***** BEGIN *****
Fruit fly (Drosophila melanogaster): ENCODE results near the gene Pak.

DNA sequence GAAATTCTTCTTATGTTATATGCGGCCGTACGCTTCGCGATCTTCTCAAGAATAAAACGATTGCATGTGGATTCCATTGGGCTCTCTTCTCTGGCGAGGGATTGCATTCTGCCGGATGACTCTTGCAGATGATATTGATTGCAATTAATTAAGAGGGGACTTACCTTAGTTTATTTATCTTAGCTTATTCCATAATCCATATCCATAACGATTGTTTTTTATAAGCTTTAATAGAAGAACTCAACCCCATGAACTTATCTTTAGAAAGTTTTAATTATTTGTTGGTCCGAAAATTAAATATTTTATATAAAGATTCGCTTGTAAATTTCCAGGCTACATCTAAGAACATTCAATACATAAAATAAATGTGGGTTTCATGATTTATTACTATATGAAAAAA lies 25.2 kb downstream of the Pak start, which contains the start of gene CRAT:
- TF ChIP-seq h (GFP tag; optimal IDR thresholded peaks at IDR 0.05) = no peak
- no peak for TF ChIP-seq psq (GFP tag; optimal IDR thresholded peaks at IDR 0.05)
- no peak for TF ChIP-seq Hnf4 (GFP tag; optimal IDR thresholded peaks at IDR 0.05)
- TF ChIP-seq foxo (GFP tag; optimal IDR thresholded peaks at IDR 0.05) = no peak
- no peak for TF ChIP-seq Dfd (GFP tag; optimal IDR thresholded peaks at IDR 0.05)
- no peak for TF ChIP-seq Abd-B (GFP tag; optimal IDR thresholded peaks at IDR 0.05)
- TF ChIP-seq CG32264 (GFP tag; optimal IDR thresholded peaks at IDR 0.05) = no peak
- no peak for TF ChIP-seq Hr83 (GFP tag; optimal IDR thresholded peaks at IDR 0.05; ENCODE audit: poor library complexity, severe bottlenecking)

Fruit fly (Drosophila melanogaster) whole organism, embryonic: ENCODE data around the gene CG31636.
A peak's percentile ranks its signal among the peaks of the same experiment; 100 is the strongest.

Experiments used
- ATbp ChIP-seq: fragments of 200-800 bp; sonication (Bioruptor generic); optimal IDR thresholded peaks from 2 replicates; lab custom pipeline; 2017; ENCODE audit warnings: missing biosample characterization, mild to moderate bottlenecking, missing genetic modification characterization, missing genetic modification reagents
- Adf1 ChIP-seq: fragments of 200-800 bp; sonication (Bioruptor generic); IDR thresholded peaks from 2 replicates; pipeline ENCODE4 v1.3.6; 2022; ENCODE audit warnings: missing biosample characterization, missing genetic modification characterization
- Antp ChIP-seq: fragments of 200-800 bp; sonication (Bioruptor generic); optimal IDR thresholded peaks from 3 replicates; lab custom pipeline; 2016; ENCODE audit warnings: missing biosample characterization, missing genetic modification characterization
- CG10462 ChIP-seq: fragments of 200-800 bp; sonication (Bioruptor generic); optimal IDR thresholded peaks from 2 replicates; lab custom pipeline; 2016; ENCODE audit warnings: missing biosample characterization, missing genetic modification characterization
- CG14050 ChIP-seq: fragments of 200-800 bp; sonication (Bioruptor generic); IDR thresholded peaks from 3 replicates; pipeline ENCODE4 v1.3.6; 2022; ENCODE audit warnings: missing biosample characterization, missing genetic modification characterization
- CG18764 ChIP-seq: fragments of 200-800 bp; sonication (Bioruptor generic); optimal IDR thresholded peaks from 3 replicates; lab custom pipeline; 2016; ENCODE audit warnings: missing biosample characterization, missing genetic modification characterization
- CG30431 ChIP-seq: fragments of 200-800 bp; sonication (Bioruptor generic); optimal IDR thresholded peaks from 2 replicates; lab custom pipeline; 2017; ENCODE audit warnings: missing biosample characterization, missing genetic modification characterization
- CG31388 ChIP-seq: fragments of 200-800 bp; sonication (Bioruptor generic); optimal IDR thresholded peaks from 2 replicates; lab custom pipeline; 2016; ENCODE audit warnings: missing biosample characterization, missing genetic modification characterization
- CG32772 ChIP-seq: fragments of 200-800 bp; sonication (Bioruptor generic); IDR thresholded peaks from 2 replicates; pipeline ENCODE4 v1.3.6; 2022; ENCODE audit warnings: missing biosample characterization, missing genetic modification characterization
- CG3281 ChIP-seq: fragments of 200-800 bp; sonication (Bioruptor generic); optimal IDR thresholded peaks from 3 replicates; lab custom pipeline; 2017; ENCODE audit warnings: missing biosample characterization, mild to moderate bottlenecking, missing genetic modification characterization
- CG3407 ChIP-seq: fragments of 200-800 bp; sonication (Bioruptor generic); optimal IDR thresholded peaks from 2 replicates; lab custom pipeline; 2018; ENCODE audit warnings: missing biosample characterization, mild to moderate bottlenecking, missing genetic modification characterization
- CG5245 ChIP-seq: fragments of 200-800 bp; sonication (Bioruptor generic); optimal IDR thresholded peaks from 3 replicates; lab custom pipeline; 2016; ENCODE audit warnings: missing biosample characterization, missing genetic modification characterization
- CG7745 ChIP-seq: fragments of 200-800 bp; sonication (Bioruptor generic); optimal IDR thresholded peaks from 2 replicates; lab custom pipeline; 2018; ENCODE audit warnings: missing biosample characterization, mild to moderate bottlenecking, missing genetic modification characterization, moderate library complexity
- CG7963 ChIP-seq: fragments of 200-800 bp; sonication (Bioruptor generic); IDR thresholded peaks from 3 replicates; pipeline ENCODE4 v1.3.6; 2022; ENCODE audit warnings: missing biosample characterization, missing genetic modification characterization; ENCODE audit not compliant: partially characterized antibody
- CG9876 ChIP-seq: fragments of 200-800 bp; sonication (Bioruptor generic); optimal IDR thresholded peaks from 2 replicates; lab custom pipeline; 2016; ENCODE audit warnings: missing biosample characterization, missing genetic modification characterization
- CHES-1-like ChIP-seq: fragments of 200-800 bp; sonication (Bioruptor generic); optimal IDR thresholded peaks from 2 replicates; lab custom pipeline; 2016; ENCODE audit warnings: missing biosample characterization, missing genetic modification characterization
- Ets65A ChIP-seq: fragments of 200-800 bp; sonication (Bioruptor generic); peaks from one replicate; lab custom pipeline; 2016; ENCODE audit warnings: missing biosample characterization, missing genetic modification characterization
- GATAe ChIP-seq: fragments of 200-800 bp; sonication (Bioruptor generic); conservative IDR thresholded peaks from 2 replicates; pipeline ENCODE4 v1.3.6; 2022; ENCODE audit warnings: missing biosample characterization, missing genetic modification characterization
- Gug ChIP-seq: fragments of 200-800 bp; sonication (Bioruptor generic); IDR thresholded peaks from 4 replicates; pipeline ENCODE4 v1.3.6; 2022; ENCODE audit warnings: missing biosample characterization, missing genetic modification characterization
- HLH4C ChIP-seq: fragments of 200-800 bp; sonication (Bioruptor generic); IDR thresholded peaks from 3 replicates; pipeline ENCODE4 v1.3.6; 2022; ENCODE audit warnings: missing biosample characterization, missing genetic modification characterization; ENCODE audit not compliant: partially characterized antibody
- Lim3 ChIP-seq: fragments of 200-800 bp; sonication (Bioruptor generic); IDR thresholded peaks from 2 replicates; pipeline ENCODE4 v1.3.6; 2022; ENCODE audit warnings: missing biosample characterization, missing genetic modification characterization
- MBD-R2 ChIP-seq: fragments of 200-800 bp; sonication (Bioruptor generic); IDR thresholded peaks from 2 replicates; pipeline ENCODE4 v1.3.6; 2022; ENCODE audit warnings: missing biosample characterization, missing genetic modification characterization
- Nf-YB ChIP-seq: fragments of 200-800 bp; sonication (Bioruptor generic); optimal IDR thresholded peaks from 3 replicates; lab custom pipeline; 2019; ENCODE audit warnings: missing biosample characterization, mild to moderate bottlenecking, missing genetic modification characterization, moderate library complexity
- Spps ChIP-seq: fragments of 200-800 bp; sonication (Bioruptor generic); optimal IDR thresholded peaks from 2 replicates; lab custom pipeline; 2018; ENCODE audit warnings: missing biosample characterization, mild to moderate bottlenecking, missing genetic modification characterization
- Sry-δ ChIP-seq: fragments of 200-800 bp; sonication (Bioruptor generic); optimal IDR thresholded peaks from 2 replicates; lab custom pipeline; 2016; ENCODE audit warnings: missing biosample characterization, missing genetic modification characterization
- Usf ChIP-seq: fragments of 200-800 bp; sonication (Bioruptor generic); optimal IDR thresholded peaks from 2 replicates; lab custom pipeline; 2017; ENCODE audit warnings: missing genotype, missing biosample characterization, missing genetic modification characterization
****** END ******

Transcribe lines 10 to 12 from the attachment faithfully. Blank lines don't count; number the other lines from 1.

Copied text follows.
- no peak for TF ChIP-seq Hr83 (GFP tag; optimal IDR thresholded peaks at IDR 0.05; ENCODE audit: poor library complexity, severe bottlenecking)

Fruit fly (Drosophila melanogaster) whole organism, embryonic: ENCODE data around the gene CG31636.
A peak's percentile ranks its signal among the peaks of the same experiment; 100 is the strongest.